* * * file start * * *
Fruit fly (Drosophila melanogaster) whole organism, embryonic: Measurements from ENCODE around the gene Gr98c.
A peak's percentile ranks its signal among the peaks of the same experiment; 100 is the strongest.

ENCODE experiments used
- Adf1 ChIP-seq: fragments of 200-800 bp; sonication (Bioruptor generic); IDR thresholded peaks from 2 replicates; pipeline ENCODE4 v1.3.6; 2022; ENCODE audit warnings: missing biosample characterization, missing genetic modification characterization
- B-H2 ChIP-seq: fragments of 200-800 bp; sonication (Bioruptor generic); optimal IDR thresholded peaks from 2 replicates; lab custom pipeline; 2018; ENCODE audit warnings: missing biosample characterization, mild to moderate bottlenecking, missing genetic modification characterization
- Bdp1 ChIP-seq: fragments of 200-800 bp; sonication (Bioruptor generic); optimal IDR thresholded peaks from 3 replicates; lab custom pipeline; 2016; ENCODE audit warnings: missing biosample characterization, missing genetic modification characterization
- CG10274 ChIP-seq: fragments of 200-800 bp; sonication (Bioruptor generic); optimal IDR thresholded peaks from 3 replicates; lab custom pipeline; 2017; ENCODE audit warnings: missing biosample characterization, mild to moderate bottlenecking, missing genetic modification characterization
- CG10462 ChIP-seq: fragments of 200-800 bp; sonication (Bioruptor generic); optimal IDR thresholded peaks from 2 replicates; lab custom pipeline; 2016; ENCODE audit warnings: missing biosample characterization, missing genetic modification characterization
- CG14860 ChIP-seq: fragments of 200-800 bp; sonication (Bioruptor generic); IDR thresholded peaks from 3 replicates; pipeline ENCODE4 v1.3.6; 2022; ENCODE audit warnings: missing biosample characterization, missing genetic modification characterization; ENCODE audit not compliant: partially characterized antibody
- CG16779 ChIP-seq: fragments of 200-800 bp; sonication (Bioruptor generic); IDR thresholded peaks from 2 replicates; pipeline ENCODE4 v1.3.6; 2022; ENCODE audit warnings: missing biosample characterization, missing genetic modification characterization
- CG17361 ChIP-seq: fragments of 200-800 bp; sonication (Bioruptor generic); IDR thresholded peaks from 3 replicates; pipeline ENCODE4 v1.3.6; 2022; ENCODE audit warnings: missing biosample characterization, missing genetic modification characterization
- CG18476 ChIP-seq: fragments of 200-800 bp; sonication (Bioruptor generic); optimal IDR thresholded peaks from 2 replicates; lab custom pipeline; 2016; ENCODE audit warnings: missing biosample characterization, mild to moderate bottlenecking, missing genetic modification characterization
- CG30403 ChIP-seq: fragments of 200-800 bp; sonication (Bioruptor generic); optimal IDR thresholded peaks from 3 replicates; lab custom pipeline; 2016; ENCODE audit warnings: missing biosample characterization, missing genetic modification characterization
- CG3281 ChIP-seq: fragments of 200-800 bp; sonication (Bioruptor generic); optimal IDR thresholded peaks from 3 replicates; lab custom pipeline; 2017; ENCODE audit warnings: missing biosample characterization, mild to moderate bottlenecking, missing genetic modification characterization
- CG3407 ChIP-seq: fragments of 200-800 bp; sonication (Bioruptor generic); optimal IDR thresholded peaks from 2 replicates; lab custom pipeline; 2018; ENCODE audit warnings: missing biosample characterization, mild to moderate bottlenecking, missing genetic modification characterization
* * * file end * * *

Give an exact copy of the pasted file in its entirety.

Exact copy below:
Fruit fly (Drosophila melanogaster) whole organism, embryonic: Measurements from ENCODE around the gene Gr98c.
A peak's percentile ranks its signal among the peaks of the same experiment; 100 is the strongest.

ENCODE experiments used
- Adf1 ChIP-seq: fragments of 200-800 bp; sonication (Bioruptor generic); IDR thresholded peaks from 2 replicates; pipeline ENCODE4 v1.3.6; 2022; ENCODE audit warnings: missing biosample characterization, missing genetic modification characterization
- B-H2 ChIP-seq: fragments of 200-800 bp; sonication (Bioruptor generic); optimal IDR thresholded peaks from 2 replicates; lab custom pipeline; 2018; ENCODE audit warnings: missing biosample characterization, mild to moderate bottlenecking, missing genetic modification characterization
- Bdp1 ChIP-seq: fragments of 200-800 bp; sonication (Bioruptor generic); optimal IDR thresholded peaks from 3 replicates; lab custom pipeline; 2016; ENCODE audit warnings: missing biosample characterization, missing genetic modification characterization
- CG10274 ChIP-seq: fragments of 200-800 bp; sonication (Bioruptor generic); optimal IDR thresholded peaks from 3 replicates; lab custom pipeline; 2017; ENCODE audit warnings: missing biosample characterization, mild to moderate bottlenecking, missing genetic modification characterization
- CG10462 ChIP-seq: fragments of 200-800 bp; sonication (Bioruptor generic); optimal IDR thresholded peaks from 2 replicates; lab custom pipeline; 2016; ENCODE audit warnings: missing biosample characterization, missing genetic modification characterization
- CG14860 ChIP-seq: fragments of 200-800 bp; sonication (Bioruptor generic); IDR thresholded peaks from 3 replicates; pipeline ENCODE4 v1.3.6; 2022; ENCODE audit warnings: missing biosample characterization, missing genetic modification characterization; ENCODE audit not compliant: partially characterized antibody
- CG16779 ChIP-seq: fragments of 200-800 bp; sonication (Bioruptor generic); IDR thresholded peaks from 2 replicates; pipeline ENCODE4 v1.3.6; 2022; ENCODE audit warnings: missing biosample characterization, missing genetic modification characterization
- CG17361 ChIP-seq: fragments of 200-800 bp; sonication (Bioruptor generic); IDR thresholded peaks from 3 replicates; pipeline ENCODE4 v1.3.6; 2022; ENCODE audit warnings: missing biosample characterization, missing genetic modification characterization
- CG18476 ChIP-seq: fragments of 200-800 bp; sonication (Bioruptor generic); optimal IDR thresholded peaks from 2 replicates; lab custom pipeline; 2016; ENCODE audit warnings: missing biosample characterization, mild to moderate bottlenecking, missing genetic modification characterization
- CG30403 ChIP-seq: fragments of 200-800 bp; sonication (Bioruptor generic); optimal IDR thresholded peaks from 3 replicates; lab custom pipeline; 2016; ENCODE audit warnings: missing biosample characterization, missing genetic modification characterization
- CG3281 ChIP-seq: fragments of 200-800 bp; sonication (Bioruptor generic); optimal IDR thresholded peaks from 3 replicates; lab custom pipeline; 2017; ENCODE audit warnings: missing biosample characterization, mild to moderate bottlenecking, missing genetic modification characterization
- CG3407 ChIP-seq: fragments of 200-800 bp; sonication (Bioruptor generic); optimal IDR thresholded peaks from 2 replicates; lab custom pipeline; 2018; ENCODE audit warnings: missing biosample characterization, mild to moderate bottlenecking, missing genetic modification characterization